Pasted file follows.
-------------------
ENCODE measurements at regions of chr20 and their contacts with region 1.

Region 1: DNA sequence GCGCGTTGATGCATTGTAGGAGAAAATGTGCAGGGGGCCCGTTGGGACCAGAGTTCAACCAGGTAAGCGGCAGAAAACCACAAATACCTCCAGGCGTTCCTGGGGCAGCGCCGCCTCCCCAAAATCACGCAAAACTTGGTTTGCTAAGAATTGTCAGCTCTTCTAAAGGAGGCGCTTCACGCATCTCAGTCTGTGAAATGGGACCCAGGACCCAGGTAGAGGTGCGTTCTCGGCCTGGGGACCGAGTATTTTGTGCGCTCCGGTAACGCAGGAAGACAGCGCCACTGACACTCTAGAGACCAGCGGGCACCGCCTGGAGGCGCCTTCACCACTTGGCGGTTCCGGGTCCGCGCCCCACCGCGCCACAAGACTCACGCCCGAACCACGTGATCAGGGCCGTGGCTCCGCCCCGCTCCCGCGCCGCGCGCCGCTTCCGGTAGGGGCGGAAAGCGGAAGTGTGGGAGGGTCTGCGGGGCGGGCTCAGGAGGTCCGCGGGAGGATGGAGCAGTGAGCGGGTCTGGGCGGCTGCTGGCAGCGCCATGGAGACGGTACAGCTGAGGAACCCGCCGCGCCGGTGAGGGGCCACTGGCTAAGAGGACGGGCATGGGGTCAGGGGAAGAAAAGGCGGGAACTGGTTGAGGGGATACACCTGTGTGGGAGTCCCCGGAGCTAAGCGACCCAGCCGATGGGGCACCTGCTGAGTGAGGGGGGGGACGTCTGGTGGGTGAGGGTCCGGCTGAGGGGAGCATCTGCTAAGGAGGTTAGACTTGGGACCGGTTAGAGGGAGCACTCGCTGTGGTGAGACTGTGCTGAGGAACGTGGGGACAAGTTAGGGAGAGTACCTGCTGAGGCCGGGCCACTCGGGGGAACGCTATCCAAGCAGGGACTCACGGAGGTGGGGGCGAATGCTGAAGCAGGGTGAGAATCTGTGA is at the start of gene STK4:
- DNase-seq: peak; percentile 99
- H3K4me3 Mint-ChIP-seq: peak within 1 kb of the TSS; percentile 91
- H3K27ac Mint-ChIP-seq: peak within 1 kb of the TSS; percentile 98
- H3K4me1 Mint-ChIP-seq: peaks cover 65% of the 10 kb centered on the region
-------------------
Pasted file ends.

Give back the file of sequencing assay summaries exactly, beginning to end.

ENCODE measurements at regions of chr20 and their contacts with region 1.

Region 1: DNA sequence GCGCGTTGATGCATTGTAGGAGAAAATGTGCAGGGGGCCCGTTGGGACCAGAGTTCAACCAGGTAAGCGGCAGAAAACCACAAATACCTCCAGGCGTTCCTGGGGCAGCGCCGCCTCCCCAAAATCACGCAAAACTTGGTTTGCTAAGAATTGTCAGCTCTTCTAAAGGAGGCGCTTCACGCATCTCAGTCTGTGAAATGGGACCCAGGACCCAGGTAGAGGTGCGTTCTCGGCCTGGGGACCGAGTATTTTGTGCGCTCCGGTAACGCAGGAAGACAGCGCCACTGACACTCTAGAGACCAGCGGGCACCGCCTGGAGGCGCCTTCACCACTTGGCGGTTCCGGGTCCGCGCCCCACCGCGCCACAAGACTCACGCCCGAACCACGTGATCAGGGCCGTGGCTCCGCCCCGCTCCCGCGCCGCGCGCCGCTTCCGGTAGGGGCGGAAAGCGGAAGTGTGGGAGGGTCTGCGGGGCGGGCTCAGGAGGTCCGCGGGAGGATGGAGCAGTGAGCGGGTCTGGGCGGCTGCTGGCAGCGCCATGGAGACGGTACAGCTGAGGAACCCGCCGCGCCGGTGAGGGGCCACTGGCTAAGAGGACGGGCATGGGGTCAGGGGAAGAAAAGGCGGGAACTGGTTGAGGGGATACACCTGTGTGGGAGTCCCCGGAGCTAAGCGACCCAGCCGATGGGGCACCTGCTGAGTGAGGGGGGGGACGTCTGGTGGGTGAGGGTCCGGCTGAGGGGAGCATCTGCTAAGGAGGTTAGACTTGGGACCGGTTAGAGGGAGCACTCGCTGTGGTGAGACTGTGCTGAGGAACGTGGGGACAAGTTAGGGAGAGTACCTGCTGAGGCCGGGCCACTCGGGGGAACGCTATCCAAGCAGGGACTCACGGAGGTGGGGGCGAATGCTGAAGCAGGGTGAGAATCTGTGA is at the start of gene STK4:
- DNase-seq: peak; percentile 99
- H3K4me3 Mint-ChIP-seq: peak within 1 kb of the TSS; percentile 91
- H3K27ac Mint-ChIP-seq: peak within 1 kb of the TSS; percentile 98
- H3K4me1 Mint-ChIP-seq: peaks cover 65% of the 10 kb centered on the region